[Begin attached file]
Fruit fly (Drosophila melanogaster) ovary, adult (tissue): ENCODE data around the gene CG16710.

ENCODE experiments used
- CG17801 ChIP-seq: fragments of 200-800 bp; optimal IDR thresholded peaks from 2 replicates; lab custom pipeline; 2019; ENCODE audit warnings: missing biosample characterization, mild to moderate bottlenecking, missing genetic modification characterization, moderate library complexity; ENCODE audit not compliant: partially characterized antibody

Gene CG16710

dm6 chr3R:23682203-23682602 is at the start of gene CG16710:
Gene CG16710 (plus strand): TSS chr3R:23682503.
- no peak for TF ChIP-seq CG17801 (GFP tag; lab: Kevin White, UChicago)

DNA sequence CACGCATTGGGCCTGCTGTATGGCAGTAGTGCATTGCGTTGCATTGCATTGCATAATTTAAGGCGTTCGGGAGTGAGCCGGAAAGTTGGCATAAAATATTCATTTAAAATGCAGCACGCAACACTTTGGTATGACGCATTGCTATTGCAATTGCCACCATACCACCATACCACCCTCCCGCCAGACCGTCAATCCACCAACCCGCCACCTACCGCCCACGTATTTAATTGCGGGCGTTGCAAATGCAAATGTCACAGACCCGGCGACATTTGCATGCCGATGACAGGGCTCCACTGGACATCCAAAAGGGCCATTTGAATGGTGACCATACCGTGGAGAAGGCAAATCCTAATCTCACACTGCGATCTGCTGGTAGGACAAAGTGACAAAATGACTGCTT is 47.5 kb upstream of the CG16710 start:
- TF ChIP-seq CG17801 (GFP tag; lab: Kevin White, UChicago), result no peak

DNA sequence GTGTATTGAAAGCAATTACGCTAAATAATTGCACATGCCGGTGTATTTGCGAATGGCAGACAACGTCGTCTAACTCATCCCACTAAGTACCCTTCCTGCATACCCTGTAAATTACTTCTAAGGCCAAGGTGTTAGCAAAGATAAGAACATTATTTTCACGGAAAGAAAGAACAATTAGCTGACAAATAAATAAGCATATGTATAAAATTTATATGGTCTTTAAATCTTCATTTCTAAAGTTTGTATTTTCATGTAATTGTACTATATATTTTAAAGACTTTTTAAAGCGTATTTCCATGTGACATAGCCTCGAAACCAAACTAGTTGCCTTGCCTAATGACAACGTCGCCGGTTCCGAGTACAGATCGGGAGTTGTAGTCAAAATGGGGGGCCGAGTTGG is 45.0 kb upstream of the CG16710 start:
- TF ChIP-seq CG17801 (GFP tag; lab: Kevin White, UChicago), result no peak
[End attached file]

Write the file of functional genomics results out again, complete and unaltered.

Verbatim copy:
Fruit fly (Drosophila melanogaster) ovary, adult (tissue): ENCODE data around the gene CG16710.

ENCODE experiments used
- CG17801 ChIP-seq: fragments of 200-800 bp; optimal IDR thresholded peaks from 2 replicates; lab custom pipeline; 2019; ENCODE audit warnings: missing biosample characterization, mild to moderate bottlenecking, missing genetic modification characterization, moderate library complexity; ENCODE audit not compliant: partially characterized antibody

Gene CG16710

dm6 chr3R:23682203-23682602 is at the start of gene CG16710:
Gene CG16710 (plus strand): TSS chr3R:23682503.
- no peak for TF ChIP-seq CG17801 (GFP tag; lab: Kevin White, UChicago)

DNA sequence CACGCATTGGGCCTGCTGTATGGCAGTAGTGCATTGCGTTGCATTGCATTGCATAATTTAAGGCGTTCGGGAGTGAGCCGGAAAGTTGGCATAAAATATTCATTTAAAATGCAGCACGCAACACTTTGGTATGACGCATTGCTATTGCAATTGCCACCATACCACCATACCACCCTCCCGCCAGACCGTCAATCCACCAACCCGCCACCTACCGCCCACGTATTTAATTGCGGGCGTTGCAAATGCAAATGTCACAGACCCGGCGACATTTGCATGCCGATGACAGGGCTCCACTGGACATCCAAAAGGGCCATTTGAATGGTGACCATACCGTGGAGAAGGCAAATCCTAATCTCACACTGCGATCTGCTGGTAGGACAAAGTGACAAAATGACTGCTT is 47.5 kb upstream of the CG16710 start:
- TF ChIP-seq CG17801 (GFP tag; lab: Kevin White, UChicago), result no peak

DNA sequence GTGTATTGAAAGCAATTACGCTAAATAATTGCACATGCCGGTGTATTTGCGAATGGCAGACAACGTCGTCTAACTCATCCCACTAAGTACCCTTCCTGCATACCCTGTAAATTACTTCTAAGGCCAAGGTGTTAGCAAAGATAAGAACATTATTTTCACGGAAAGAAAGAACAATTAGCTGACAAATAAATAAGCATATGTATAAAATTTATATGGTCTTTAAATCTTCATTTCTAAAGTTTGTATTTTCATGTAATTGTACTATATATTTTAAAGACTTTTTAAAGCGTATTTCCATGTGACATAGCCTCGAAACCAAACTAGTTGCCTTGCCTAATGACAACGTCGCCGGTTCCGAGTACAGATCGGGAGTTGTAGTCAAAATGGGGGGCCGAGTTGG is 45.0 kb upstream of the CG16710 start:
- TF ChIP-seq CG17801 (GFP tag; lab: Kevin White, UChicago), result no peak